As with all most recent of the Vipec binding persuasion, step-in at the toe is much improved though still slightly fiddly. You get used to it, and yes Virginia if you’re skiing sections of flat terrain totally inappropriate for a freeride binding you can switch modes between downhill and uphill (and reverse) without removing your boot from the binding.

How about the down? I’m still here with shoulders and skull intact after skiing at “normal” release values, so I suppose I didn’t pre-release. That type of reliability is what I expected. Beyond that, what’s to say? I’ll repeat, they skied solid; felt like an alpine binding.

Loaning the Tectons to a strong aggressive skier seemed like a good idea. You know, second opinion and all that… So I sent them out the door with Pete. His report:

“At first blush, Tecton appears rather finicky in appearance as well as in how they switch between modes (especially after dealing with simple tech bindings for so long). Messing with them on the bench at the WildSnow studio, I was thinking I’d never get these guys figured out but, like many things, once I was left to cognate on my own, it all came together quickly.

They uphilled nicely. Getting my toe in and secured was can-do-it-in-the-dark simple, and the big label WALK on the toe piece mechanism left me knowing I was very clearly locked and good-to-go.

Getting the heel piece in proper uphill position was rather easy, but wearing gloves while doing this might be advised as things do go “snap.” Managing heel lifters was easily done with a ski pole when pushing them out of the way to flatten my stance, but deploying the lifters with a ski pole required a dexterity I do not possess so I bent my over-worked body and deployed them manually (which without a glove on proved easy but if you’re wearing a mitten or heavy winter glove might prove not so pleasant).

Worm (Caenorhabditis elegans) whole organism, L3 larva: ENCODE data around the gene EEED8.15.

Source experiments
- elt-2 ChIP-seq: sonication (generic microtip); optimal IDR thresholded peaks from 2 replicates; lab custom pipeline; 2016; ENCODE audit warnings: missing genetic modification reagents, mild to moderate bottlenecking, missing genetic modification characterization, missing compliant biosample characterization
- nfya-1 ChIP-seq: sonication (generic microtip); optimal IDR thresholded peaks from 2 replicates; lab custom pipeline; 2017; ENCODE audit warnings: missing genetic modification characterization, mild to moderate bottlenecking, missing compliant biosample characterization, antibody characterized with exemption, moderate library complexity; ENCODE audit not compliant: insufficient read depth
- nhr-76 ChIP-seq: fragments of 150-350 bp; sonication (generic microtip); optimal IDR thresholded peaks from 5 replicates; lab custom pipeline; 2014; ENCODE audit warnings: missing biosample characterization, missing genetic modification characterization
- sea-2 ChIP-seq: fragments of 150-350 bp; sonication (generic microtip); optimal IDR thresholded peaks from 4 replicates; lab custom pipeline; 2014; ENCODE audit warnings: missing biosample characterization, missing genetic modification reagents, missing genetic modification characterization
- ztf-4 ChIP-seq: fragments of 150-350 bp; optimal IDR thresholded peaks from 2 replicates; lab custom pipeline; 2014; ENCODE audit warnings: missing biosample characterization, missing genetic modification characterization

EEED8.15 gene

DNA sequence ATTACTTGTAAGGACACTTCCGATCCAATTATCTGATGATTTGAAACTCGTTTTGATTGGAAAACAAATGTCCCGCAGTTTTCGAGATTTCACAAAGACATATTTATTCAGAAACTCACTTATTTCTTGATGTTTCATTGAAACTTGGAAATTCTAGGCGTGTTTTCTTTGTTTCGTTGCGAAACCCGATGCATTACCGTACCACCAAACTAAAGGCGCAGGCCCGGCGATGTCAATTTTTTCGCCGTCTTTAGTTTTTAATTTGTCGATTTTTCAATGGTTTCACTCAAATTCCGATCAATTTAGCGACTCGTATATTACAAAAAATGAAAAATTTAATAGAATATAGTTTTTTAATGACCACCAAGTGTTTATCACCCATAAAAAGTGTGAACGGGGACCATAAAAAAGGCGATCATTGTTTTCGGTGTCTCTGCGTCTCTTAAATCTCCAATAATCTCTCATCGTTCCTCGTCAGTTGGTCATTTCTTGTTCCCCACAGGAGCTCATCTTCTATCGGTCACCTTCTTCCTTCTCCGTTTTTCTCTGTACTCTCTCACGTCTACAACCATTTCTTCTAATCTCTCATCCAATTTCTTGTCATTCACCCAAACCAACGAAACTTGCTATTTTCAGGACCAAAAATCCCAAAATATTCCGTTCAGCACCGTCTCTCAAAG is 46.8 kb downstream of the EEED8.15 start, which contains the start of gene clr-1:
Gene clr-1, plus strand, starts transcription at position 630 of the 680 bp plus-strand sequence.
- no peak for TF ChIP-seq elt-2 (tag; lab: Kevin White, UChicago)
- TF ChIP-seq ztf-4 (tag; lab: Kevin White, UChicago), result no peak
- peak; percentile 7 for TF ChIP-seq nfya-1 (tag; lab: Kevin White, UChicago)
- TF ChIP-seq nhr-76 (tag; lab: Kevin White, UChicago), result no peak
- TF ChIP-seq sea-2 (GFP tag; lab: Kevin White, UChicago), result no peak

Switching the Tecton to ski mode was easy, but as a rookie I had to pay special attention to the heel piece and remember it works like a standard alpine binding. That took all of two seconds. Stepping in was simple, skiing down felt very secure (set at DIN 7 lateral, 8 vertical) but never once did I think, as I cruised down pretty nice but at times chopping blue square corn at Snowmass, that I was at any risk of releasing.

I think for a side country or ski area binding Tecton will work well. They are clearly heavy, and complex compared to your basic tech binding (though weight competitive with the more complex “freeride touring” bindings). A lot to be pushing around the backcountry. As Lou alludes to above, you’ll have to decide if the downhill performance and possible additional safety of a Tecton is worth the significant weight penalty over basic tech bindings. Mainly, for the downhill skiing part of the equation they are very fine.”

So far so good. Tecton delivers on the down, could be the holy grail of a tech binding that equals or surpasses an alpine binding in elastic travel, along with providing lateral release at the toe instead of heel. Brake concerns me not only because it’s tough to assemble during mount but because it seems a bit efforted in how it integrates with the uphill-downhill mode changes. That’ll be another blog post. For those of you who like to run without ski brakes, we’re assuming Fritschi will provide a stomp block. If not, the brake can probably be “trimmed.”

Tecton brake has a plastic prong (left arrow) that integrates with a cam (right arrow).

Tecton brake has a plastic prong (left arrow) that integrates with a cam (right arrow). This works with other pieces and parts to configure the brake for uphill or downhill modes. The brake stowage system seems like too much complexity and effort. If it truly works, through situations such as icing, dirt or heavy abuse, then shut my mouth. Otherwise, we’re hoping Fritschi will provide a no-brake option.

Tecton ski touring binding FAQ.

Tecton first look in our studio last winter.

Hanging out with Fritschi at ISPO Munich.

Shop for Tecton

Tecton ski brake installation.

Tecton growing pains.


Please Enjoy A Few Suggested WildSnow Posts


157 Responses to “Fritschi Tecton Ski Touring Binding — Mounted and Tested”

  1. Jim April 21st, 2017 2:43 pm

    thanks, subscribed

  2. Ryan April 24th, 2017 5:11 pm